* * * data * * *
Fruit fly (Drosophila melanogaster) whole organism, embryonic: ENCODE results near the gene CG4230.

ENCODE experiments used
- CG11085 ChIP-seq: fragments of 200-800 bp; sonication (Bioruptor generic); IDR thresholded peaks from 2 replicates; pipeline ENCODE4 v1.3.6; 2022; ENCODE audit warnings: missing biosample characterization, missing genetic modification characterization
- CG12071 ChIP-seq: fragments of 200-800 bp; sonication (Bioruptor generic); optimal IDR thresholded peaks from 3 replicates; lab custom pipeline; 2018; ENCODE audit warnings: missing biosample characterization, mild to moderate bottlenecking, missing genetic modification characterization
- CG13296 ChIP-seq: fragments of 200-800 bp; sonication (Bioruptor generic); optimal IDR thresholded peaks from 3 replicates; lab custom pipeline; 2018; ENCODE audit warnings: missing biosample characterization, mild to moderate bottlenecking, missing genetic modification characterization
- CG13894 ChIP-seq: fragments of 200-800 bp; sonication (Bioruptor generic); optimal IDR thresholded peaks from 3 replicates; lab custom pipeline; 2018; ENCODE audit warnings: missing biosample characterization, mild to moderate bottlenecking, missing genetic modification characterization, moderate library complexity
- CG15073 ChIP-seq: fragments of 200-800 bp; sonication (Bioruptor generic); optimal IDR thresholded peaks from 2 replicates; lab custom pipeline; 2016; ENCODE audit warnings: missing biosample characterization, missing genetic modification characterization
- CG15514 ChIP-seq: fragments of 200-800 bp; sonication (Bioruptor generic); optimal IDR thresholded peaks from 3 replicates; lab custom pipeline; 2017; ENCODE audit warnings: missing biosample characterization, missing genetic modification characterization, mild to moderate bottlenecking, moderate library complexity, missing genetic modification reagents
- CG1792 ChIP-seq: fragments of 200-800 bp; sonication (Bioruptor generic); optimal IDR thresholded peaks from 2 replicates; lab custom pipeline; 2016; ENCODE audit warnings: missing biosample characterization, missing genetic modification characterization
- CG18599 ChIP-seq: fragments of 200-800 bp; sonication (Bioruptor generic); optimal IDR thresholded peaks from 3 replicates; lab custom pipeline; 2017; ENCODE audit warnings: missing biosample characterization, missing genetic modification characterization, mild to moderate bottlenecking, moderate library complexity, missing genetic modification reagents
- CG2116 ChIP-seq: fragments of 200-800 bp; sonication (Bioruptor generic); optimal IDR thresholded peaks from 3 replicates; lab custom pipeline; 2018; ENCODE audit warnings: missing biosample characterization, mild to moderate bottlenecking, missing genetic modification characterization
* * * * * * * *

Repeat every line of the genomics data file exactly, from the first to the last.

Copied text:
Fruit fly (Drosophila melanogaster) whole organism, embryonic: ENCODE results near the gene CG4230.

ENCODE experiments used
- CG11085 ChIP-seq: fragments of 200-800 bp; sonication (Bioruptor generic); IDR thresholded peaks from 2 replicates; pipeline ENCODE4 v1.3.6; 2022; ENCODE audit warnings: missing biosample characterization, missing genetic modification characterization
- CG12071 ChIP-seq: fragments of 200-800 bp; sonication (Bioruptor generic); optimal IDR thresholded peaks from 3 replicates; lab custom pipeline; 2018; ENCODE audit warnings: missing biosample characterization, mild to moderate bottlenecking, missing genetic modification characterization
- CG13296 ChIP-seq: fragments of 200-800 bp; sonication (Bioruptor generic); optimal IDR thresholded peaks from 3 replicates; lab custom pipeline; 2018; ENCODE audit warnings: missing biosample characterization, mild to moderate bottlenecking, missing genetic modification characterization
- CG13894 ChIP-seq: fragments of 200-800 bp; sonication (Bioruptor generic); optimal IDR thresholded peaks from 3 replicates; lab custom pipeline; 2018; ENCODE audit warnings: missing biosample characterization, mild to moderate bottlenecking, missing genetic modification characterization, moderate library complexity
- CG15073 ChIP-seq: fragments of 200-800 bp; sonication (Bioruptor generic); optimal IDR thresholded peaks from 2 replicates; lab custom pipeline; 2016; ENCODE audit warnings: missing biosample characterization, missing genetic modification characterization
- CG15514 ChIP-seq: fragments of 200-800 bp; sonication (Bioruptor generic); optimal IDR thresholded peaks from 3 replicates; lab custom pipeline; 2017; ENCODE audit warnings: missing biosample characterization, missing genetic modification characterization, mild to moderate bottlenecking, moderate library complexity, missing genetic modification reagents
- CG1792 ChIP-seq: fragments of 200-800 bp; sonication (Bioruptor generic); optimal IDR thresholded peaks from 2 replicates; lab custom pipeline; 2016; ENCODE audit warnings: missing biosample characterization, missing genetic modification characterization
- CG18599 ChIP-seq: fragments of 200-800 bp; sonication (Bioruptor generic); optimal IDR thresholded peaks from 3 replicates; lab custom pipeline; 2017; ENCODE audit warnings: missing biosample characterization, missing genetic modification characterization, mild to moderate bottlenecking, moderate library complexity, missing genetic modification reagents
- CG2116 ChIP-seq: fragments of 200-800 bp; sonication (Bioruptor generic); optimal IDR thresholded peaks from 3 replicates; lab custom pipeline; 2018; ENCODE audit warnings: missing biosample characterization, mild to moderate bottlenecking, missing genetic modification characterization